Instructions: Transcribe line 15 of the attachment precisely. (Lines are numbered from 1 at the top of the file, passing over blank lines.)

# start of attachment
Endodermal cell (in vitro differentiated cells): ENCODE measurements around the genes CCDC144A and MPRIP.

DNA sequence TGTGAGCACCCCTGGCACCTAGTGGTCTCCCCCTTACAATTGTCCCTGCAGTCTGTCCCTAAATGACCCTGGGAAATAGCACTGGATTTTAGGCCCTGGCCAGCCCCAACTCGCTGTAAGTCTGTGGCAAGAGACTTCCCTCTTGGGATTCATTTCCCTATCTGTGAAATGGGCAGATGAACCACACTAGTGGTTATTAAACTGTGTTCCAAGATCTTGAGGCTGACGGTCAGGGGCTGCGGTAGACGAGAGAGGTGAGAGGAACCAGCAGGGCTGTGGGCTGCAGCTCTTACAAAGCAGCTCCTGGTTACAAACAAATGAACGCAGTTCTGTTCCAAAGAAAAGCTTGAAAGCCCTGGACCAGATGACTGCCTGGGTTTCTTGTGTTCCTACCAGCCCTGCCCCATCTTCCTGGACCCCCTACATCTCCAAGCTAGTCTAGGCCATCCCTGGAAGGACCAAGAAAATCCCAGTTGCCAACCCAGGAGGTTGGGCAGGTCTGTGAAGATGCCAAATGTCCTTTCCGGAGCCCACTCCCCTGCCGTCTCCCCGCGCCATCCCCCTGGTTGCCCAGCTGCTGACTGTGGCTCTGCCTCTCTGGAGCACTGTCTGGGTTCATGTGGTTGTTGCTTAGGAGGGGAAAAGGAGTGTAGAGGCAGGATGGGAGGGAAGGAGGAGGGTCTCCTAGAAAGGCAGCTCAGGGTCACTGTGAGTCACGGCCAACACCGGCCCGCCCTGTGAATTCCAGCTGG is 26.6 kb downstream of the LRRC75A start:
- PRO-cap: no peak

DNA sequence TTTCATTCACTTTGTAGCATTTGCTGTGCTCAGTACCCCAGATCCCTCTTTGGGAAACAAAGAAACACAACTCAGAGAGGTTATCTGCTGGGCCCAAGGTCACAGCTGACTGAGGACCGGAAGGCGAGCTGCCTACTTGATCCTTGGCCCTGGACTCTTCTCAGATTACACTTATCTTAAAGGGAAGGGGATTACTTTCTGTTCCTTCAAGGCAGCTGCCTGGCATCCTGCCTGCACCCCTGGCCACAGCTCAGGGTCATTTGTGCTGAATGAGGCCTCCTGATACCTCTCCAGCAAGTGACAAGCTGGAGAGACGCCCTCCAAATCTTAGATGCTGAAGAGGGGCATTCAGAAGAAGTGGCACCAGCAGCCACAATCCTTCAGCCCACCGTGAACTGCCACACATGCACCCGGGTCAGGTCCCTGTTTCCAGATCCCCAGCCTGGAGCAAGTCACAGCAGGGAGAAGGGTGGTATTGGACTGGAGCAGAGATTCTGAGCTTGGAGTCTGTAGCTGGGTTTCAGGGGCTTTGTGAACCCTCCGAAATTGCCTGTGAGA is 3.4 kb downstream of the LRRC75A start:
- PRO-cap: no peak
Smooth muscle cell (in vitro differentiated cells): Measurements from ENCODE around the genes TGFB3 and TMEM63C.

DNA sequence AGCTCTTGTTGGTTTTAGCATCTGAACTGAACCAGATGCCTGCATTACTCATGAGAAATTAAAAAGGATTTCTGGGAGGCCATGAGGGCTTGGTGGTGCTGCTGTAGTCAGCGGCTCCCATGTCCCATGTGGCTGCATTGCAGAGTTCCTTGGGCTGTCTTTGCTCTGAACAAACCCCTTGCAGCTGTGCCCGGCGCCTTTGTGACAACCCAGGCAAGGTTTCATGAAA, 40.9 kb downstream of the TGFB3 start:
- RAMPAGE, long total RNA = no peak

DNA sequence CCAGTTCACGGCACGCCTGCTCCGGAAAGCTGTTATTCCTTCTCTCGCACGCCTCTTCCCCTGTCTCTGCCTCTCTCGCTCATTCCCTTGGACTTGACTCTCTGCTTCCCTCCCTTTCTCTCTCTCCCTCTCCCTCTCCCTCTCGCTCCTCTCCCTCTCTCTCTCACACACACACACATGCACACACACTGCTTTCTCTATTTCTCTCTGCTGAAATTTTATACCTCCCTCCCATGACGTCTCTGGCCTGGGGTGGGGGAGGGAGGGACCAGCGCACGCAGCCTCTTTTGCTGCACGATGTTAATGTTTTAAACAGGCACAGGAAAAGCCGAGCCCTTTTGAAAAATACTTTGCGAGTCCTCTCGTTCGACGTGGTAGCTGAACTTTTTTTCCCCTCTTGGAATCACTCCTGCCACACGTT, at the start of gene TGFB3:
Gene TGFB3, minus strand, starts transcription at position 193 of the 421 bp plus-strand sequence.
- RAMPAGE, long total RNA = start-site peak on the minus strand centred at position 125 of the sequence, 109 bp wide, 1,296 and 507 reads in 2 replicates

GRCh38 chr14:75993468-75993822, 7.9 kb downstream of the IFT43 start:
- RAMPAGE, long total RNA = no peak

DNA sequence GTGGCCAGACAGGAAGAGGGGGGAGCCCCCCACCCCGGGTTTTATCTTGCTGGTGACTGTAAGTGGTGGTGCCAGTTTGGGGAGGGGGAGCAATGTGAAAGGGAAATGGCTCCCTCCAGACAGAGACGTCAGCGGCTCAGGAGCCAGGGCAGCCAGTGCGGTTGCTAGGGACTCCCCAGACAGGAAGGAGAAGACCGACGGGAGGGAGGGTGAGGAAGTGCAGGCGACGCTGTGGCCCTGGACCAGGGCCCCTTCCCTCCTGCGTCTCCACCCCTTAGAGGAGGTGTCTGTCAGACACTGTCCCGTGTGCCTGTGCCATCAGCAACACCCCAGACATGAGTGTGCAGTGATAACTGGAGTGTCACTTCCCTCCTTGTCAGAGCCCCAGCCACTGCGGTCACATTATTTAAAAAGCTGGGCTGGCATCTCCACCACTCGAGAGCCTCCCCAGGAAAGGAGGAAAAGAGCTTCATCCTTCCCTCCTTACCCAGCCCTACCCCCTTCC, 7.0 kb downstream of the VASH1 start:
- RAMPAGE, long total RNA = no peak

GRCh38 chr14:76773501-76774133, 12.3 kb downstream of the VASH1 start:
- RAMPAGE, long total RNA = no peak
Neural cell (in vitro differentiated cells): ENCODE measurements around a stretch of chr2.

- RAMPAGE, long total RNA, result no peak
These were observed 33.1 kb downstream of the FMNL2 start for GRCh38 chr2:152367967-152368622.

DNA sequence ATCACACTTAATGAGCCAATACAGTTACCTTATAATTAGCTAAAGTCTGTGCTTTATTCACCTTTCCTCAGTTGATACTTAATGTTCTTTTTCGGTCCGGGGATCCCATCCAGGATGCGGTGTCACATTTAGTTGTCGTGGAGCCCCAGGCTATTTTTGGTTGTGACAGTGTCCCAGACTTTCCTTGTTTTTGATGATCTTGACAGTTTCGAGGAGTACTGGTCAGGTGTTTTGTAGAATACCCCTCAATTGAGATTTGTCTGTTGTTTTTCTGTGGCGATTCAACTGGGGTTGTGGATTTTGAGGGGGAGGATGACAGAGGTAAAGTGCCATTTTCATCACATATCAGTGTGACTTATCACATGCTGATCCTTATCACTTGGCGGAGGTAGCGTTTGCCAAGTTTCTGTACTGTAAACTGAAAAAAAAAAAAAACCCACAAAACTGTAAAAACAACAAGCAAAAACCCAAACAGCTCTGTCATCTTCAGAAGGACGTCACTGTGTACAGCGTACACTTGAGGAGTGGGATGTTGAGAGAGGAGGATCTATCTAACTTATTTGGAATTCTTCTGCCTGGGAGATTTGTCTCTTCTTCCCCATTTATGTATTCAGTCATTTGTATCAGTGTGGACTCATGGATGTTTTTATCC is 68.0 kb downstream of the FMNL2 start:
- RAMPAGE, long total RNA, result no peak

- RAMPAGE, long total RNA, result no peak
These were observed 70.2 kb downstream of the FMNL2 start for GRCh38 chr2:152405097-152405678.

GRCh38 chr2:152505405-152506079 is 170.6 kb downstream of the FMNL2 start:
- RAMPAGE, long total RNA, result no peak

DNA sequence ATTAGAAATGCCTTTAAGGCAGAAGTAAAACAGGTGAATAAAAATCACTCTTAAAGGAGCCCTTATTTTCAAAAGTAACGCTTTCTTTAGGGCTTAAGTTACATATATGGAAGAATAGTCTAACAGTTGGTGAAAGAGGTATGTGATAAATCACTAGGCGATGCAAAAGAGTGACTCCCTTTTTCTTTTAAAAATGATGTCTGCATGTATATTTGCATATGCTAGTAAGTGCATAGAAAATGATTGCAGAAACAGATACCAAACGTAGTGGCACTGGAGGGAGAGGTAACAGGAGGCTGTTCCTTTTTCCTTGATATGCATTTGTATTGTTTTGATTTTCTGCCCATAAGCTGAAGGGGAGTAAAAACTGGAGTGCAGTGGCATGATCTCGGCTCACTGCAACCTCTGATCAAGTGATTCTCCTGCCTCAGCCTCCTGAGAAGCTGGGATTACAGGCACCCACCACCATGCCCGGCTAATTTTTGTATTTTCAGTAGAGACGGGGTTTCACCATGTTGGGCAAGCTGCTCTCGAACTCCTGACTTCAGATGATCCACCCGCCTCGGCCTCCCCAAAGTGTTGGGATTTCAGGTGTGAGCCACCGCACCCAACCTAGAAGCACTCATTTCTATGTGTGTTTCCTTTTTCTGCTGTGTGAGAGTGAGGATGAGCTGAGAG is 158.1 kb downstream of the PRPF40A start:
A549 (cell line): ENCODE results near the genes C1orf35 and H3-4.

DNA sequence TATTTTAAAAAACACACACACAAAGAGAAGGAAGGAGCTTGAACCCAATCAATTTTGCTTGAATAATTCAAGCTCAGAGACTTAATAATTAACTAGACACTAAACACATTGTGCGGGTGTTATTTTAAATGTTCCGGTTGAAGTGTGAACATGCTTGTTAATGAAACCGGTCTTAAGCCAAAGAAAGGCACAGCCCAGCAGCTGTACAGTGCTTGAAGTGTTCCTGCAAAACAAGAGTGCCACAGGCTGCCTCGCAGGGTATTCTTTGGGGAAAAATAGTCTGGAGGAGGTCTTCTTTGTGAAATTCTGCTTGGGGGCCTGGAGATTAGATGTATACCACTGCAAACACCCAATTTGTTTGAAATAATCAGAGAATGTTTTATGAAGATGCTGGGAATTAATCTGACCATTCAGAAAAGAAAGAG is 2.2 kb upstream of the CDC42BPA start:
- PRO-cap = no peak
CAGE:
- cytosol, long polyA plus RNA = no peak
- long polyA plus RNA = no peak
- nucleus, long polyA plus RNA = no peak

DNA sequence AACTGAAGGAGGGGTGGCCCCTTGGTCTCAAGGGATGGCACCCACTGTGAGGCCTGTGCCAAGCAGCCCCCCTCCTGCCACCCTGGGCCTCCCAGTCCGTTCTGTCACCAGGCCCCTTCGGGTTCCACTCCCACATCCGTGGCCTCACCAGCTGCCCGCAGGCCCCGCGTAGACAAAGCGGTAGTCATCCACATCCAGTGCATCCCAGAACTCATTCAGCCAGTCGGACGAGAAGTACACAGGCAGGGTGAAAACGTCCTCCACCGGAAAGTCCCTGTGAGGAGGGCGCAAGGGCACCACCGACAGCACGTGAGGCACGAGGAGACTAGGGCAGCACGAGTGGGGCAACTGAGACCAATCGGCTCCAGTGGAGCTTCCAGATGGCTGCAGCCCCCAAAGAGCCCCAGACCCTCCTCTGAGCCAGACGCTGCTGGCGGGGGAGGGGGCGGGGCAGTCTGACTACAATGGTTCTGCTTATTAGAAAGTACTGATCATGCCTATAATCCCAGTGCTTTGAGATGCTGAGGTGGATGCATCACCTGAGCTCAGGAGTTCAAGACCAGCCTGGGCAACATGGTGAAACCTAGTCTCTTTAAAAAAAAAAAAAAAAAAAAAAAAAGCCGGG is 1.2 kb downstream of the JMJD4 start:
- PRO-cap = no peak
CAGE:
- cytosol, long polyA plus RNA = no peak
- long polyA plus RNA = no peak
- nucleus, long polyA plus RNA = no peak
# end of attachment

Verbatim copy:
- RAMPAGE, long total RNA = no peak